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How often do you get lost in your work?

Margaret Beaton

I was privileged to be in the Sydney 2000 Olympics stadium the night Cathy Freeman won the 400m Gold Medal. It was an experience of a lifetime that still makes me feel at once overawed and exhilarated.

Years later I heard Cathy speaking about her state of mind and body when she runs competitively: “I am swept along. My feet don’t touching the ground. There is no noise; sound is absent. I have a deep sense of detachment and contentment. In that moment everything is turned off.”

As a psychologist specialising in the careers and transitions of senior business leaders, I relate Cathy’s evocative description to those clients who describe themselves as sublimely fulfilled. And I compare it with those who are striving to find a career role in which they can lose themselves, rather than feel as though they are marking time, disillusioned or doing it for the money.

Cathy Freeman’s athletic performance and both these types of client are linked by the phenomenon of ‘flow’. Early in his research Milhály Csíkszentmihályi used the metaphor of being carried along by water to describe individuals who are so absorbed in single-mindedly performing a task that they are oblivious to the passage of time, bodily needs and even the environment around them. Being in flow is also described as being ‘in the moment, ‘on a roll’ and–in Yiddish–‘ongabrendt’.

designing_flow_9 copyFlow is not a permanent state; you can’t be in flow all the time. But when an individual has a career role that both challenges them and plays to their competences, then the chances are they will be experiencing flow frequently and for extended periods during their work.

Look around at others in your workplace and you will recognise those who are in flow–and those who aren’t.

Look more closely and you will find those in flow have clear goals, are open to and welcoming of feedback and readily strike a balance between stretching opportunities in their jobs and their capacity to cope. They seem to manage effortlessly.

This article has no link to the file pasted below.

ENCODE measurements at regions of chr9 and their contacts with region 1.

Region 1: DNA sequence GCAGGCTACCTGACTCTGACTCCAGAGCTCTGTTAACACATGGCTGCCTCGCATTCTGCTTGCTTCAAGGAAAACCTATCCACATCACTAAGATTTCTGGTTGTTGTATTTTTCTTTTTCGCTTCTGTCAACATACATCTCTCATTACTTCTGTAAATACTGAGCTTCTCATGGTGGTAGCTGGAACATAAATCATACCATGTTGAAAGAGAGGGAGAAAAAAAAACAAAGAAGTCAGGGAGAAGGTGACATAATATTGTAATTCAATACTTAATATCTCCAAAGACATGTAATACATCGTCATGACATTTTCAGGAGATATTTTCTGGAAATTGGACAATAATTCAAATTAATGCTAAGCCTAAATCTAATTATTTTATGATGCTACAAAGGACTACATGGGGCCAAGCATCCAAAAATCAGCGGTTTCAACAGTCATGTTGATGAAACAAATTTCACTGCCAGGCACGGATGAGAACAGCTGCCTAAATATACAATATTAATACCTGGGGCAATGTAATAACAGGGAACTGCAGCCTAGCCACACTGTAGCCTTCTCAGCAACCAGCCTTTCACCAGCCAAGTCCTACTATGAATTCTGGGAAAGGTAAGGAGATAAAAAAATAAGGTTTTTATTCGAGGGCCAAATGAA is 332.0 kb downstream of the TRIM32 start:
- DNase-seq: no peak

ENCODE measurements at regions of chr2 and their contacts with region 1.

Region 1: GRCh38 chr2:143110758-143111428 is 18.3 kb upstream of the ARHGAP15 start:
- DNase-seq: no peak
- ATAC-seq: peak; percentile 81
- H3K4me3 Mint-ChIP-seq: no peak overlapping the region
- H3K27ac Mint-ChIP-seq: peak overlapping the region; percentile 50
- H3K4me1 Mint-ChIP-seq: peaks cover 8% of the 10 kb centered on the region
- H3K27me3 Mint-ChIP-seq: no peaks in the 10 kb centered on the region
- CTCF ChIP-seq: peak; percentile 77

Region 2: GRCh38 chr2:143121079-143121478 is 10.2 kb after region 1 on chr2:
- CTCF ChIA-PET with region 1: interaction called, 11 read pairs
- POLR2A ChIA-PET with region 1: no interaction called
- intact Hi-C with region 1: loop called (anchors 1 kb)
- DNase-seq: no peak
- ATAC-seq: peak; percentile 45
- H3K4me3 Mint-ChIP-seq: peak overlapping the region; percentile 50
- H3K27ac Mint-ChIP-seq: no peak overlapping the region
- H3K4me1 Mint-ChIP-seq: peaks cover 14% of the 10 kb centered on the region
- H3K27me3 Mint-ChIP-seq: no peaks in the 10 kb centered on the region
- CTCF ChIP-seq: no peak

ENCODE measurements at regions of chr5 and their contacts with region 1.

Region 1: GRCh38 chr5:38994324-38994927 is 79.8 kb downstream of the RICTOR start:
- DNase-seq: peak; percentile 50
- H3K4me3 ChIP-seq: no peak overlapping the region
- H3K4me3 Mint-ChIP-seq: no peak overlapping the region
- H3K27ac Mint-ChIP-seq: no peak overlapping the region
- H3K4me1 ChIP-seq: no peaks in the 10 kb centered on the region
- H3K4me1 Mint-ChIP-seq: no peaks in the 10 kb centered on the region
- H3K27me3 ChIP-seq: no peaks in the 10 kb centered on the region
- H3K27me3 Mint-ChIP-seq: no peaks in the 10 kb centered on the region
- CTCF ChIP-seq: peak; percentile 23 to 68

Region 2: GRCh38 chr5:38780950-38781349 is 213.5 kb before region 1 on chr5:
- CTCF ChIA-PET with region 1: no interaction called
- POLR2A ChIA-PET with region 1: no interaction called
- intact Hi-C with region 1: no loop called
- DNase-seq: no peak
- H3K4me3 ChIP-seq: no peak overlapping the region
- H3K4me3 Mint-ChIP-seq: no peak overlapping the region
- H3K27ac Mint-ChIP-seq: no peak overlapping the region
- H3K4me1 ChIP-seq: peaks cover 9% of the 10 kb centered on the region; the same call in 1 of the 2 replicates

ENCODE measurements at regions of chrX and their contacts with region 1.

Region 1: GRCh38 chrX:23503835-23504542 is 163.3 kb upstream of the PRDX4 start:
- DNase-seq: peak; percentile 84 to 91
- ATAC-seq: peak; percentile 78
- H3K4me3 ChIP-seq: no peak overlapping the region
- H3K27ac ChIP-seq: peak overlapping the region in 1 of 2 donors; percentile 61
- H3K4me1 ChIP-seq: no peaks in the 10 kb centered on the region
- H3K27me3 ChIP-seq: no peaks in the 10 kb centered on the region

What happens if someone’s competence in a role isn’t matched with challenges and opportunities to use their skills? Again, in your work place you’ll recognise those who are competent, but don’t feel challenged–they complain of boredom; and it shows. They may be apathetic and depressed. And there are those who are challenged, but not up to the tasks their job requires–they are anxious and defensive; and this also shows.

Which of these work place caricatures describes you?  If you are not sometimes in flow, then you need to engage in an exploration of your aspirations, skills, energy levels and personal circumstances–you need to take stock. You can do better for yourself.

You may need to let go of your current role and move to another to minimise boredom or anxiety. This may be within your current organisation; perhaps in another; or perhaps you need to develop a portfolio career with multiple roles.

Alternatively should you be stepping up, stretching yourself in a promotion to a bigger role where the challenges and your skills are more closely matched?

Whatever your answer, if you are not getting lost in your work, if you sometimes don’t wonder where the hours have gone, or if you don’t feel in supreme command of yourself and the tasks you are accomplishing, then you need to search for a place where you can find flow.

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This post was written by Dr Margaret Beaton, a director of Beaton Executive Coaching and Beaton Research +
Consulting
. You can also find Margaret on LinkedIn.